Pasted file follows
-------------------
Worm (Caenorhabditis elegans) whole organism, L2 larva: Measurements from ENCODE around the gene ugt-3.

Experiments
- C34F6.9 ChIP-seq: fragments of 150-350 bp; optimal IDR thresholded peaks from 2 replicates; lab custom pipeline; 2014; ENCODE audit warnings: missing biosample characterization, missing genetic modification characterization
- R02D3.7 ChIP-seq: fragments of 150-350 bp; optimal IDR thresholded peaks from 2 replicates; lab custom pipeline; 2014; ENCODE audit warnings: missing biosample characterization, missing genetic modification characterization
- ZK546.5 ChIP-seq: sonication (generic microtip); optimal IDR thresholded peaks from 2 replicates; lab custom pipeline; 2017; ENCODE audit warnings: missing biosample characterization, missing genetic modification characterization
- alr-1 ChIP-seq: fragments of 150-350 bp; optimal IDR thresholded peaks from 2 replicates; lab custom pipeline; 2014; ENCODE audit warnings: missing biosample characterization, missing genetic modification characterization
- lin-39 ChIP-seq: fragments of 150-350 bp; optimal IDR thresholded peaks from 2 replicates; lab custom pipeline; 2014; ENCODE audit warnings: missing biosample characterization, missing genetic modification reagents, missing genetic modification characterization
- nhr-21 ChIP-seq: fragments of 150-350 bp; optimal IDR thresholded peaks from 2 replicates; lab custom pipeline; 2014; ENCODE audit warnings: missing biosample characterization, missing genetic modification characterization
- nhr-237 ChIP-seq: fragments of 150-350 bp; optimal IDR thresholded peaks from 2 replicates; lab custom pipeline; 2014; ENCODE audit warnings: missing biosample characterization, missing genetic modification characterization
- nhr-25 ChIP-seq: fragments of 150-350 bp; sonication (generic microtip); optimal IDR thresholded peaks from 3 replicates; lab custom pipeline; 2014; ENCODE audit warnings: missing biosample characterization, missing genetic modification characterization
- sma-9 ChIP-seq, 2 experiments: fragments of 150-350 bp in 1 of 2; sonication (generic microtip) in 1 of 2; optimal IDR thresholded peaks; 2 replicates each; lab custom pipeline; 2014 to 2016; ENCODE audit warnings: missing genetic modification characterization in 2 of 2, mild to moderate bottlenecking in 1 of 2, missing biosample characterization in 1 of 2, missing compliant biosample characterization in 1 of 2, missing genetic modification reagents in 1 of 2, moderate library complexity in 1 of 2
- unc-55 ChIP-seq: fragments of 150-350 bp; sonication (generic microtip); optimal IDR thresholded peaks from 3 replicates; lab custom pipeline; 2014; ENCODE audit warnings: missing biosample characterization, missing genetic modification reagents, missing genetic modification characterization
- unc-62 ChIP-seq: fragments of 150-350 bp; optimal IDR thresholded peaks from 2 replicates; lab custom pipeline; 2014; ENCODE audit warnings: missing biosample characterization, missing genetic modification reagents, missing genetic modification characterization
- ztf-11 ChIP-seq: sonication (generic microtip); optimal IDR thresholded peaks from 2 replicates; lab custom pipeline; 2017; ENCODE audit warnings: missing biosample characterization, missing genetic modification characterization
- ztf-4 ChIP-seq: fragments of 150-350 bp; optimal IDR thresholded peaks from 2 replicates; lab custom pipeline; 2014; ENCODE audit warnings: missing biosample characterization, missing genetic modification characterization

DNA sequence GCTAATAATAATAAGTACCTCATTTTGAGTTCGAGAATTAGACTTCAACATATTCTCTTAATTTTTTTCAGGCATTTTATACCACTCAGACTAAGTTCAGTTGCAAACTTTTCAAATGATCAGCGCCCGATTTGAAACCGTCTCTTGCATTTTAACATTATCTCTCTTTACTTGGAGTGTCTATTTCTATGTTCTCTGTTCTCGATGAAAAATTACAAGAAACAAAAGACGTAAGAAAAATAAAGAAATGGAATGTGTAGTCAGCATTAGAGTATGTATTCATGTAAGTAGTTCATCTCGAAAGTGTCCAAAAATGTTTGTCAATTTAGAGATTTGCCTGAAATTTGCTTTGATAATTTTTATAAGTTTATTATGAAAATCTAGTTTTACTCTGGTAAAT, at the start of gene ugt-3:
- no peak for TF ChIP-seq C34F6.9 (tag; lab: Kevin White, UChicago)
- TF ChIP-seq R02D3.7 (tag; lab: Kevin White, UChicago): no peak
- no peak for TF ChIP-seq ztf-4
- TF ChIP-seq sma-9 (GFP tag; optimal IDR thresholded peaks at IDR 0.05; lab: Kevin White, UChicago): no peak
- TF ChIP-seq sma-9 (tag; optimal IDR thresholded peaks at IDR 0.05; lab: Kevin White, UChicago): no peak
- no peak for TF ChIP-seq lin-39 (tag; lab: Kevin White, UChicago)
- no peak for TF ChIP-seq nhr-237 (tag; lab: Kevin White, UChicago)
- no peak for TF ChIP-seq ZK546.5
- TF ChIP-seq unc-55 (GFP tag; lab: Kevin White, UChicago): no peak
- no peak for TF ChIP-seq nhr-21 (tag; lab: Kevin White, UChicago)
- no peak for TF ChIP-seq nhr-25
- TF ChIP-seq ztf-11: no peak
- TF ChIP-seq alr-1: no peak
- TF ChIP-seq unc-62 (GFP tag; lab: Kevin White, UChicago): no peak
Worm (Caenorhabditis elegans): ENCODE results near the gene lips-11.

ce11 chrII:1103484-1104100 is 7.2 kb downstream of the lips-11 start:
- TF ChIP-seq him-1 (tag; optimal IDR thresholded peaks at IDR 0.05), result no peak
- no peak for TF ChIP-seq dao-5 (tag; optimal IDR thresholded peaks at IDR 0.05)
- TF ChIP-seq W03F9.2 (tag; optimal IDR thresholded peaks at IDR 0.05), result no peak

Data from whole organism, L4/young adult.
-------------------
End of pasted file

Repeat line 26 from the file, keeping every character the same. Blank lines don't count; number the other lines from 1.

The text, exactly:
- no peak for TF ChIP-seq nhr-21 (tag; lab: Kevin White, UChicago)